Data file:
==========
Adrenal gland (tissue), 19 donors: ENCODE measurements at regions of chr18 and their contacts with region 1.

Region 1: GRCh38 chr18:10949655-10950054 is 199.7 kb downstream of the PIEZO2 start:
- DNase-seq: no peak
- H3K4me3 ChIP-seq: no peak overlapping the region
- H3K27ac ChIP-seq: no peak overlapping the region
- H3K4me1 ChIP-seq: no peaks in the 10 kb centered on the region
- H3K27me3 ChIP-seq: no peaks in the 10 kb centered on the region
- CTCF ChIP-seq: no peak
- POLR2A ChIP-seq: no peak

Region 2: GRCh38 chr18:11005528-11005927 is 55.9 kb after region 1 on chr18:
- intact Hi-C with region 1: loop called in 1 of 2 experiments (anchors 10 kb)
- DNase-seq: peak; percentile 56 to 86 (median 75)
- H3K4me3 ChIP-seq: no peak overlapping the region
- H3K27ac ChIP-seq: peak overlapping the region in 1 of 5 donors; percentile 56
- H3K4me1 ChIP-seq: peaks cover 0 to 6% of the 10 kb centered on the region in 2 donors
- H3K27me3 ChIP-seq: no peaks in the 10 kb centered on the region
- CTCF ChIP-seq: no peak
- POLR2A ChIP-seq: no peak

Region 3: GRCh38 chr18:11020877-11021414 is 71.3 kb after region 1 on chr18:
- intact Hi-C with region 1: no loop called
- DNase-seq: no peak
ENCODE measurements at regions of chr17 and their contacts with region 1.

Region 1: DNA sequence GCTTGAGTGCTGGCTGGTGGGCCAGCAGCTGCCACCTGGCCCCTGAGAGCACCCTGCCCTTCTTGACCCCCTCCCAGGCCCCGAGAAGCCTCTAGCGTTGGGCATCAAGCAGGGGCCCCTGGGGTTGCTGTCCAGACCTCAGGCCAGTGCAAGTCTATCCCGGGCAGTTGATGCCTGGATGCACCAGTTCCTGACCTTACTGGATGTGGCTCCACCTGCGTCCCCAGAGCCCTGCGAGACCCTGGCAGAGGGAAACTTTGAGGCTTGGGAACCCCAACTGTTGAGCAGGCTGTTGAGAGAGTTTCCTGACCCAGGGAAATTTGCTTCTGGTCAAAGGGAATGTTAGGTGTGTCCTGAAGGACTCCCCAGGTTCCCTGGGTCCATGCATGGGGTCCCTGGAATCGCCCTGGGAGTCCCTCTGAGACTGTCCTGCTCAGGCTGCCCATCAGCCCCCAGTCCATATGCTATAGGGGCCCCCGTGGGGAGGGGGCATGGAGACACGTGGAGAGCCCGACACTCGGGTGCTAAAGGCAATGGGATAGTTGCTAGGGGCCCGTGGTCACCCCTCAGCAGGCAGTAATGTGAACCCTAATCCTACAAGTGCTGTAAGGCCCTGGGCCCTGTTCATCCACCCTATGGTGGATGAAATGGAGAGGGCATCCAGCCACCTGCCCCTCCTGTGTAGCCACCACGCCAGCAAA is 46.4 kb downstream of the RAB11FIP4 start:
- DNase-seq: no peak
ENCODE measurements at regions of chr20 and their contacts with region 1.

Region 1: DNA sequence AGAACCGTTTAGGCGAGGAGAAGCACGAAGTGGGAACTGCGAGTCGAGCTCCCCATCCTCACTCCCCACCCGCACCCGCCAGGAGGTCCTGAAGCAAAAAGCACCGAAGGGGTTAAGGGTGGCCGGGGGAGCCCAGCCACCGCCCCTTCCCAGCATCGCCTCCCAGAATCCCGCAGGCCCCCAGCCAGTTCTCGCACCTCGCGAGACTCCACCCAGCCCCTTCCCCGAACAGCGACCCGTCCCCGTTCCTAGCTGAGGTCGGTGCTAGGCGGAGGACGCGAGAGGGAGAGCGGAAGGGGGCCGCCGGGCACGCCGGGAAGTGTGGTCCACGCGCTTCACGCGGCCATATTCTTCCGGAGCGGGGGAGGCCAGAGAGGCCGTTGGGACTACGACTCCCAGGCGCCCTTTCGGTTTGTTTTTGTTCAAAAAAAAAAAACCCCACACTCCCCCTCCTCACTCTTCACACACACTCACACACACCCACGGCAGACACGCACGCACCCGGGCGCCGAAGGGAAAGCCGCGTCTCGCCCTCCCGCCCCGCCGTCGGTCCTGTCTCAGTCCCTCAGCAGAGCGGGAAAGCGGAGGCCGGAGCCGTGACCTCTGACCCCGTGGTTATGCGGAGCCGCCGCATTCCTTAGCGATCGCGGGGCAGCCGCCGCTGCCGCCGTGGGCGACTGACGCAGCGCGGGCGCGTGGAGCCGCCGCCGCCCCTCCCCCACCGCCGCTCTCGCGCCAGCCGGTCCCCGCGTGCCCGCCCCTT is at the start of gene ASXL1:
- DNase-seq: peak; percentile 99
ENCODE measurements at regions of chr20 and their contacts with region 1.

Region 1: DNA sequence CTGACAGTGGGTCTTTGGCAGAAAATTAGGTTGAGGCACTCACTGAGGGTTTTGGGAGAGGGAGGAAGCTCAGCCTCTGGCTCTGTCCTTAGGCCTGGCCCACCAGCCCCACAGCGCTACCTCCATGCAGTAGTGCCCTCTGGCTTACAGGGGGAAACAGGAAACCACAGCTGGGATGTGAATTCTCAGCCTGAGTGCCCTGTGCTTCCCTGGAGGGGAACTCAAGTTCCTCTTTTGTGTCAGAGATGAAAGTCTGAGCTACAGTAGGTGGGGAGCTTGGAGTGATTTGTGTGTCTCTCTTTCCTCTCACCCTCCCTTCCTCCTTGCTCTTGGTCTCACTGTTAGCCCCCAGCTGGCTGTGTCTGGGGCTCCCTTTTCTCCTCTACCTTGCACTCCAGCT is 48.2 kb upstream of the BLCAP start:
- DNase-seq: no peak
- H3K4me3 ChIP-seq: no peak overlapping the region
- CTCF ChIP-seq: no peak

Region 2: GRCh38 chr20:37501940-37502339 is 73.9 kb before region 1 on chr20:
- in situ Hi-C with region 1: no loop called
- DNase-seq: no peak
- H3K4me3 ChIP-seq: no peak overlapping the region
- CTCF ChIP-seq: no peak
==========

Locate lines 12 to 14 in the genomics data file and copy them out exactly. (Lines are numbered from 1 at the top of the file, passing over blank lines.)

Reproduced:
- DNase-seq: peak; percentile 56 to 86 (median 75)
- H3K4me3 ChIP-seq: no peak overlapping the region
- H3K27ac ChIP-seq: peak overlapping the region in 1 of 5 donors; percentile 56